I visited the US for the first time a couple of years ago, and in Washington DC I remember being disturbed by the religious grandeur of the Presidents’ monuments around the city. There in the tomb I realised this was no different. Looking back towards the entrance of the memorial I could see Parliament House, a line of sight built deliberately into the design of the city.
Fleeing this fresh vector of alienation, I left the memorial to continue down Anzac Parade towards Parliament House, suspecting Canberra itself was an elaborate citizenship test I was failing. At the edge of Lake Burley Griffin I could see Parliament House across the water, and in the distance I tried and failed to make out the view I’d seen posted on Twitter: hundreds of pink paper hearts planted in the lawn reading “All Love Is Equal”.
Flicking again through my Twitter feed I realised what I resented perhaps more than anything was being forced into such an abject relationship with, of all things, an institution as banal as marriage.
I am happy that my straight friends are happy when they get married, but beyond that I really don’t care, and I reserve the right to continue not to care when my queer friends begin to do the same. Indeed, some of them have already begun, wedded either in overseas jurisdictions or in ceremonies with pending legal status—these acts of institutionalisation are painted as radical defiance.
I turned off my phone and abandoned my trip to Parliament House, walking instead to the National Gallery of Australia.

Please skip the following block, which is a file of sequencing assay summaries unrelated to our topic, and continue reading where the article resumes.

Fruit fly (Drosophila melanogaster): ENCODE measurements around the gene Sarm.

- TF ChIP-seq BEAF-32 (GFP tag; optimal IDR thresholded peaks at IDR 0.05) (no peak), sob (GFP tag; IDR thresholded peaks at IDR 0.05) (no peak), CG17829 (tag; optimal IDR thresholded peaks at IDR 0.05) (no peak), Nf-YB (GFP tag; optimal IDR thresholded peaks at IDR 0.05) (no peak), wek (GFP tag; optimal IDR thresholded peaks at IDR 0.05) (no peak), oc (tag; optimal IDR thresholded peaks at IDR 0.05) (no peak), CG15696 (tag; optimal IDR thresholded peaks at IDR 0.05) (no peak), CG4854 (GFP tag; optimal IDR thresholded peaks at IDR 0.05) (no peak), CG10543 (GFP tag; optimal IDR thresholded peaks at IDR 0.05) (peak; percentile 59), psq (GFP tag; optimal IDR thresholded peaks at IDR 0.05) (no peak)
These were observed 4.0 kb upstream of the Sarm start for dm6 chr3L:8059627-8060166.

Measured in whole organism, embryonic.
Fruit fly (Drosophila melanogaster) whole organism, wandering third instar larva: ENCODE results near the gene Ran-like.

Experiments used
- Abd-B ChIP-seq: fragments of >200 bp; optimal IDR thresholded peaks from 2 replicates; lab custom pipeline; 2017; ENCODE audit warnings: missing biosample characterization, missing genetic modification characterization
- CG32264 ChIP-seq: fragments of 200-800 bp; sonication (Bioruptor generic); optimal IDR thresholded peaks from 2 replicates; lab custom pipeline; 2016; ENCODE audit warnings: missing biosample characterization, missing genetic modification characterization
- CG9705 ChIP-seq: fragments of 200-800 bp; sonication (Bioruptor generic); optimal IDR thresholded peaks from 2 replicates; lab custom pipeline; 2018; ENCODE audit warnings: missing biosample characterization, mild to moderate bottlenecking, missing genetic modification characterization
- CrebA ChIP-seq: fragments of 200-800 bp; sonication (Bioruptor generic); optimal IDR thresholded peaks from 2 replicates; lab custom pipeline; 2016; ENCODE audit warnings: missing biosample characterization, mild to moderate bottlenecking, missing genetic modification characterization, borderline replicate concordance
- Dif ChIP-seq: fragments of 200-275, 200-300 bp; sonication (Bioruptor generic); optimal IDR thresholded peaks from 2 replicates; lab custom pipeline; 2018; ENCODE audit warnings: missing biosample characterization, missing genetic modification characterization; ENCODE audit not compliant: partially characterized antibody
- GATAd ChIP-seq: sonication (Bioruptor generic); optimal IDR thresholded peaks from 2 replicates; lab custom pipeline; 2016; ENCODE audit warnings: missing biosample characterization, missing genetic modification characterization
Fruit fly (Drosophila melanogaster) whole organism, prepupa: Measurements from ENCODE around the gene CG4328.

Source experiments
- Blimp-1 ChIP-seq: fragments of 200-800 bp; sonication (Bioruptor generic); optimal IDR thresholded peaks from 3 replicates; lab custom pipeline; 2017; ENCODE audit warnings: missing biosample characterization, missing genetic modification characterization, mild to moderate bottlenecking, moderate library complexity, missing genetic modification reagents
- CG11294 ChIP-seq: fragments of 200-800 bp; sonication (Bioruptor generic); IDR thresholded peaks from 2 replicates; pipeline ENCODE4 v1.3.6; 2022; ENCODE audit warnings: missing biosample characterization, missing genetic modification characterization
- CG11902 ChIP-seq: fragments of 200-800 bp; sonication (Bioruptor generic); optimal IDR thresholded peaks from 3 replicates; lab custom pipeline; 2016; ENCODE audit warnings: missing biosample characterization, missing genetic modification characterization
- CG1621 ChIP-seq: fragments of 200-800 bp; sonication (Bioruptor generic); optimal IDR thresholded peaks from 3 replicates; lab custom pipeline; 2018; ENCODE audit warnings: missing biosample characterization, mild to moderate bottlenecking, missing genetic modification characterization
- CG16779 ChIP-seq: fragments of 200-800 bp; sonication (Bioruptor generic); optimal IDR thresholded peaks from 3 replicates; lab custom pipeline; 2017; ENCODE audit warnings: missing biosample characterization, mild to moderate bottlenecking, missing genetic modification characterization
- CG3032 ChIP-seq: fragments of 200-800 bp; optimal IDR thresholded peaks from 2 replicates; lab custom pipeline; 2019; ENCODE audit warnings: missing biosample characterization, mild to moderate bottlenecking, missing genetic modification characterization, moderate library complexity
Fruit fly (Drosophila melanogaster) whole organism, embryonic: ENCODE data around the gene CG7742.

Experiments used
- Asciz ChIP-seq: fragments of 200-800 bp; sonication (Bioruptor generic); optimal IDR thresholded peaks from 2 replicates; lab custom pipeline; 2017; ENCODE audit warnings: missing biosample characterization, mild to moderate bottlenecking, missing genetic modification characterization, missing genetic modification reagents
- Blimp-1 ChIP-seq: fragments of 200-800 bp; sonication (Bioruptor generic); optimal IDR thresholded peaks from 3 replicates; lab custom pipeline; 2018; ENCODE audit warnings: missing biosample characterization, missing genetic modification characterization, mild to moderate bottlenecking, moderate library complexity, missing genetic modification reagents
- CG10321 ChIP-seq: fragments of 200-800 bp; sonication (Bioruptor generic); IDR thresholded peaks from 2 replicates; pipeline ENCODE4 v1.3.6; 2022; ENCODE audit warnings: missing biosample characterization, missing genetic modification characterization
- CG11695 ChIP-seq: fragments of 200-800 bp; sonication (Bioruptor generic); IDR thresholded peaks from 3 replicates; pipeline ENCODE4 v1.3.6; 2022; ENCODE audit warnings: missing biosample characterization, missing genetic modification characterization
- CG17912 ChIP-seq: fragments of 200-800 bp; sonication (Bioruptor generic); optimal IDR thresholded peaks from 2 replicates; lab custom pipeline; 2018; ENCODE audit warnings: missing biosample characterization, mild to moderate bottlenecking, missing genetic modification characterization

The gallery is currently hosting Defying Empire, the major exhibition of the National Indigenous Art Triennial. It’s an astonishing show, diverse and confronting, framed explicitly from an Indigenous perspective. The thirty featured Aboriginal and Torres Strait Islander artists from across the country have created work responding to the fiftieth anniversary of the 1967 Referendum, when the country voted to count Indigenous Australians in the census for the first time.
The exhibition engages directly with contemporary racism and with genocide. An installation by artist Julie Gough includes excerpts from historical documents that flatly describe the murders of Aboriginal people as everyday occurrences. Companion installations by artist Judy Watson list locations where massacres of Indigenous Australians took place and names of people known to have committed such murders.
Much of the work is also celebratory, framing Indigenous Australians today as survivors, while remembering the ancient thread of tradition that grounds this country in tens of thousands of years of history and culture.
After a day spent lost in questions about my relationship to narratives of what it is to be Australian and what it is to be queer in this country, I felt grounded by Defying Empire even in its horrors. My anxiety was contextualised by this reminder of my complicity as a white Australian in a history of genocide.
On days like these, the marriage days, when I feel so unable to engage with the affective tide of my community’s anger and hurt, when I feel so desperately alienated, I have to remind myself that I do care. I have given so much of my life to my queer communities in Australia, and even when I am unsure of whether I belong I don’t feel I have any choice but to continue to do so.
At least for the moment, I wish well to my queer comrades who wait for marriage. I can only hope they will do the same for me.
[This post originally appeared on Benjamin Riley’s blog. The original can be found here.]